April 31, 2015 9:58 PM PT
Alameda, California– With the fourth-overall pick in the 2015 NFL Draft, the Oakland Raiders selected WR Amari Cooper (Alabama). The 2014 Fred Biletnikoff Award winner and Hesiman Trophy finalist joins the Silver and Black after a three-year career with the Crimson Tide (2012-14), totaling 228 receptions for 3,463 yards (15.2 avg.) with 31 TDs. Here is some more information on the Raiders’ first-round selection, as well as a closer look at some highlights from Cooper’s illustrious collegiate career.
In three years at Alabama, Cooper emerged as one of the nation’s most explosive and polished receivers. Below is a look at his offensive totals at Alabama.
Year School Games Rec Yds Avg TD
2012 Alabama 14 59 1,000 16.9 11
2013 Alabama 12 45 736 16.4 4
2014 Alabama 14 124 1,727 13.9 16
TOTALS 40 228 3,463 15.2 31
2014 Fred Biletnikoff Award winner — Nation’s top wide receiver –
2014 Unanimous All-American and Preseason All-American
2014 SEC Offensive Player of the Year and First Team All-SEC
Third in 2014 Heisman Voting (1,023 points)
2012 Consensus All-American (FWAA, Sporting News, CBSSports.com, CollegeFootballNews.com and Scout.com)
2012 SEC All-Freshman (selected by coaches)
Two-time SEC Champion (2012, 2014) – BCS National Champion (20
He had 228 catches for 3,463 yards and 31 touchdowns in three seasons. That includes a standout junior season where he had an NCAA best 1,724 receiving yards.
Here is a brief look at where Cooper’s offensive exploits ranked among his peers in the SEC and NCAA, along with some other notables from his Alabama career:
• Ranks first in SEC annals (since 1956) with 31 career TDs
• Finished first in the SEC, and second in the NCAA, with 16 TDs in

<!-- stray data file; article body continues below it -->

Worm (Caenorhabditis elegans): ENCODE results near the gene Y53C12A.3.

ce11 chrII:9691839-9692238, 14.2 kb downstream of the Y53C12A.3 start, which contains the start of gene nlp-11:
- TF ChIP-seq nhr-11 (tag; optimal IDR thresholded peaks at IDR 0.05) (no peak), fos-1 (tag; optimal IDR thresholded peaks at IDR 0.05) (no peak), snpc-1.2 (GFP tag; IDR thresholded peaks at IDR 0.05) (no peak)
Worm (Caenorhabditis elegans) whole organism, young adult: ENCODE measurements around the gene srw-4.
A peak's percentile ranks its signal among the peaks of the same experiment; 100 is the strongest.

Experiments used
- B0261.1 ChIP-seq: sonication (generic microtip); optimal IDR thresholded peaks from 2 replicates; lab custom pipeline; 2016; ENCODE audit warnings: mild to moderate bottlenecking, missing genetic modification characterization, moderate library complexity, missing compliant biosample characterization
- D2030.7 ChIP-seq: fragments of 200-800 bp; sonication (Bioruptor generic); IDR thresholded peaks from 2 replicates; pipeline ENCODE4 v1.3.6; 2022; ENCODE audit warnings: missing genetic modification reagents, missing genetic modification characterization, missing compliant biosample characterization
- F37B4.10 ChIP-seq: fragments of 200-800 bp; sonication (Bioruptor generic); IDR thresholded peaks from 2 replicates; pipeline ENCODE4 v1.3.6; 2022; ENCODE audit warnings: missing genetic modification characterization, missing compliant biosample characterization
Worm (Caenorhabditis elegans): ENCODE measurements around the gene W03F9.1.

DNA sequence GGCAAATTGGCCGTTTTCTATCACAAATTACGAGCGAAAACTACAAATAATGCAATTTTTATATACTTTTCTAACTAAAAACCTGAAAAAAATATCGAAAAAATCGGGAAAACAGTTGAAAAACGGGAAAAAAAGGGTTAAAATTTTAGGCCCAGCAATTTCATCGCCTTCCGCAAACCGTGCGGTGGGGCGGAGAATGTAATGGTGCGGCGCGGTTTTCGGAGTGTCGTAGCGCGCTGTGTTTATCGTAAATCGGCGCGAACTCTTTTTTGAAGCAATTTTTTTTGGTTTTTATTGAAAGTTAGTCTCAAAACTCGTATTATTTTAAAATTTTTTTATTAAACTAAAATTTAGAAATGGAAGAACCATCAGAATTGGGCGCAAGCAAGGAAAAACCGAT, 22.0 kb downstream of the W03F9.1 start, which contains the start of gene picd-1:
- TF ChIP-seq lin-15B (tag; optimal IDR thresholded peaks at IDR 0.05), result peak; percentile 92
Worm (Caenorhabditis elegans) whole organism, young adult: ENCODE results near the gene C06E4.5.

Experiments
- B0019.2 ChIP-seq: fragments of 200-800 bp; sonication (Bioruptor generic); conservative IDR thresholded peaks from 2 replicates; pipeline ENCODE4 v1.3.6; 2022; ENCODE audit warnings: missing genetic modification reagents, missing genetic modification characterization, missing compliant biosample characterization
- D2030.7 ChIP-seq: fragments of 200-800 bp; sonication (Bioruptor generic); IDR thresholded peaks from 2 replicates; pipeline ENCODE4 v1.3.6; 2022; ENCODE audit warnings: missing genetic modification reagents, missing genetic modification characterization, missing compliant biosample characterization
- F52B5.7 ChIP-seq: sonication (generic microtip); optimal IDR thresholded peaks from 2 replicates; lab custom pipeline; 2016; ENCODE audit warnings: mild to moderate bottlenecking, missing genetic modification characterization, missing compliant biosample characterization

• Second in the SEC with 11 TDs as a freshman in 2012, an Alabama freshman record
• Ranks third in SEC history (since ‘56) with 228 career receptions
• Topped the SEC and NCAA in 2014 with 124 receptions, setting the
• In 2012, finished with 59 cathces, second all-time among Alabama
• Second all-time in SEC history (since ‘56) with 3,463 yards
• Led the SEC, finishing second in the NCAA, with 1,727 yards in 2014 • His 1,000-yard season in 2012 was good for fifth in the SEC that season, and the third-best yardage total among Alabama freshman
Jack Del Rio, ” Polished”
“The repetitions that he’s had playing the position, running the route tree and doing all the things that he’s done to develop himself, makes him a guy that has that label of being polished,” Del Rio said. “That’s why. He’s earned it.
“It’s rare when you find guys that come into the league and they have that kind of polish on them coming out. Typically, guys have something they haven’t done. He has pretty much done all those things. He knows how to get off press. He knows how to attack defenses, find the soft spots and run the full complement of the route tree. So that sets him apart in terms of the rest of this (draft) class.”
Jack Del Rio answers a question about if you ink Amari Cooper in as a starter from day one.
“I think the way we like to do things is to come in and earn your role and compete,” Del Rio said. “But the expectation level should be high for a young man that comes in that is selected that high in the draft. But he’ll need to prove it on the field and earn it. That’s how, really, it is with everybody. There certainly is a high expectation that goes along with somebody selected that high.”
General Manager Reggie McKenzies Comments:
“Cooper was high on our board from the start,” general manager Reggie McKenzie said. “Honestly, it didn’t matter about the position. It was about the player. We thought we had a chance to get a really good player.
“It’s nice when it goes hand in hand, when you have a player that fits one of your needs. It was great when that fell into place.”
Raiders only meeting with Amari Cooper was at the combine. They didn’t bring him in for a workout. They learned about Cooper by talking to people around the Wide Receiver. They also had some inside knowledge of the player. Linebackers coach Sal Suneri’s son Vinny was a defensive at Alabama with Cooper from 2012-13.
He’s a character player supremely focused on football, but McKenzie also lauded Cooper’s on-field ability, which the Raiders have studied for some time.
“It seems like he can run a route with his eyes closed,” McKenzie said. “He’s exceptionally quick. He’s fast and he understands the game. You can tell the guy’s been playing football and playing that position all his life. You can tell that. He’s an extremely hard worker and you don’t hear any negatives about this guy, so it’s no wonder he’s as good as he is because the intangibles outside of his skill set are extremely high.”